Direct TV presently has seven high definition channels which make all the difference in our TV resolution. They advised that there will hopefully be an additional six channels by Christmas, 2010.
Lava solid dish soap is the best silver polish we have ever used though it is not meant to be used as such. Does a good job on the dishes too.
Almost all DVD’s sold in Ecuador are pirated versions of legal discs. Most have the language option for changing the spoken language between Spanish and English. DVD’s cost $1.50 each. Blu Ray discs are just getting a foothold and pirated copies cost between $6 and $8 which is still far less than the $20 - $30 original versions in the US.
Buying English books in Cuenca is a problem. Even Spanish books are not sold as prolifically as they are in the US at large stores like Border’s or Barnes and Noble. There are no mega-book stores. There are a few good international bookstores and one we like is called the Libre Mundi International Book Store. There are a limited number of used English books sold at a small establishment in town called the Carolina Bookstore.
Inch long plastic matches come in tiny boxes. Tough on the fingers if you hold it too long.
Cuenca’s 8500 foot altitude makes cooking somewhat problematic. Boiling and baking food is almost always a crapshoot. But, gel shaving cream, again because of the altitude, explodes like whip cream when you spread it on.
Demand hot water heaters are often inconsistent in delivering constant hot water. It can be cold then hot then cold again all within minutes. In our apartment building a trick is to turn the bathroom sink hot water faucet on full blast at the same time you are running the shower hot water. Apparently, the combination lowers the water pressure enough to get the demand heater to kick on and stay on. Sounds crazy but it works for us and we can get a half hour or more of hot water with no problem.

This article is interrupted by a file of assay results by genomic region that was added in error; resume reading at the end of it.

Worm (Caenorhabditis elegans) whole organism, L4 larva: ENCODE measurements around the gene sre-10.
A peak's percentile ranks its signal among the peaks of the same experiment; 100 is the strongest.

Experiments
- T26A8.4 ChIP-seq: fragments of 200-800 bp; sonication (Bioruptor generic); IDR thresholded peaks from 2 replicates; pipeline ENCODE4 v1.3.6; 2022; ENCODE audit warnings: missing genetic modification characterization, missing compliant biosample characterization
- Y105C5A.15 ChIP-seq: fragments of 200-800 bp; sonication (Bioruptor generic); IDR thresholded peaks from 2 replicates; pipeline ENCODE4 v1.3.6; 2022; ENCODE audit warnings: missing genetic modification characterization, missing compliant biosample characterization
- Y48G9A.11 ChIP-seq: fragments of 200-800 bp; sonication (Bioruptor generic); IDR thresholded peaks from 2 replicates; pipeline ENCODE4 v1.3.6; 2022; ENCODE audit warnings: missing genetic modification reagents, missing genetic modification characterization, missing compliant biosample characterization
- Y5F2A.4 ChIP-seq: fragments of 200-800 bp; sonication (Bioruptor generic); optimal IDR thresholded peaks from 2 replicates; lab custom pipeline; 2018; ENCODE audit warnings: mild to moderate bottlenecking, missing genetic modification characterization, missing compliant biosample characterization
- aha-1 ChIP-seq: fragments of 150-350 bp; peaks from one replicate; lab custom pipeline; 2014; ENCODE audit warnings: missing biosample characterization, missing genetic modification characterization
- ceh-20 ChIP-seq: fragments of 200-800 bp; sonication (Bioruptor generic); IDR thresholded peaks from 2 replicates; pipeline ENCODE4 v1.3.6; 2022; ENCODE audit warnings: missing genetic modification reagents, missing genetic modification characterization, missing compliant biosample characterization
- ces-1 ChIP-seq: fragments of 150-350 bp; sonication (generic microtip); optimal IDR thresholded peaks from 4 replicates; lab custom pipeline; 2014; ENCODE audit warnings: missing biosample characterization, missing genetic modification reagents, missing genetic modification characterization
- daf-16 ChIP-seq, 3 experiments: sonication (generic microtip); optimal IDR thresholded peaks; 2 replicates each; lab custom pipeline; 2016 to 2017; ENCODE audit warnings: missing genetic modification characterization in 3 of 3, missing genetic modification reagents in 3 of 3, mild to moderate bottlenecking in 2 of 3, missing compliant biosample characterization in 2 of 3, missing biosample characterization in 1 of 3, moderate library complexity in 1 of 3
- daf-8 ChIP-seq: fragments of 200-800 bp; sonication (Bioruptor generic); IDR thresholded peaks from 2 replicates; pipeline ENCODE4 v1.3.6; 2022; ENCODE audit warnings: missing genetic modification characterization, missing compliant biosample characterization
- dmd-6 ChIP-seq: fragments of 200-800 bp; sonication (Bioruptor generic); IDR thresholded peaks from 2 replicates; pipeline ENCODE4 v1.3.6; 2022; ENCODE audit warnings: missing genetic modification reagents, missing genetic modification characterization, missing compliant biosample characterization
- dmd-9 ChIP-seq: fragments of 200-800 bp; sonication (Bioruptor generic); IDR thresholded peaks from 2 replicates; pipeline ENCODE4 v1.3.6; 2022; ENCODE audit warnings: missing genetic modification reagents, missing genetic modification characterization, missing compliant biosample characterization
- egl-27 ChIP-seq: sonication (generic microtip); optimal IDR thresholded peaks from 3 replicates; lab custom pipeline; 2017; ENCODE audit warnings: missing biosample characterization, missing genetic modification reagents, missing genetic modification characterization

We were out for dinner in town with visiting friends last Saturday evening and the pyrotechnics exploding on the street outside the restaurant was deafening. They were noticeably nervous at hearing gunshot like fireworks just outside the door. Exploding fireworks are a way of life in Cuenca. No need for an alarm clock. We are awakened every morning between 5:30 to 6:30 by a half dozen aerial salutes every five minutes signaling some call to worship that still makes no sense to us. Weddings announce their happiness by both aerial salutes and Fourth of July type explosions in the sky. As the holiday season progresses so do the number of explosions all culminating in World War II on New Year’s Eve. And, we have yet to see where you can buy fireworks.
Packaging is challenging in Ecuador. Fruit juice, wine and milk come in boxes. Fresh milk comes in plastic bags that must be cut open and poured into a container then put in the refrigerator.
We won’t even touch on internet providers as everyone we know has a different story. When you get a provider who gives good service, hold on to them and we would suggest getting the best program they offer.
The government of Ecuador has decreed that incandescent light bulbs are a waste of energy and, once current supplies run out, can no longer be sold. Replacing them are the newer and more efficient twist bulbs.
Cell phones seem permanently attached to almost every ear in the city. There are two big companies offering plans and phones, Porta and Movistar. Probably the best way to have a cell phone is to buy one from either company and then purchase minutes each month rather than contract with one of their plans. It costs more to call someone who has Porta if you have Movistar but is free if you call someone Porta to Porta or Movistar to Movistar. We constantly run out of minutes before the month is up and have a dead phone until we purchase more minutes. It is possible to have a specialized electronic store “unlock” your US phone for about $10 so it can be used here.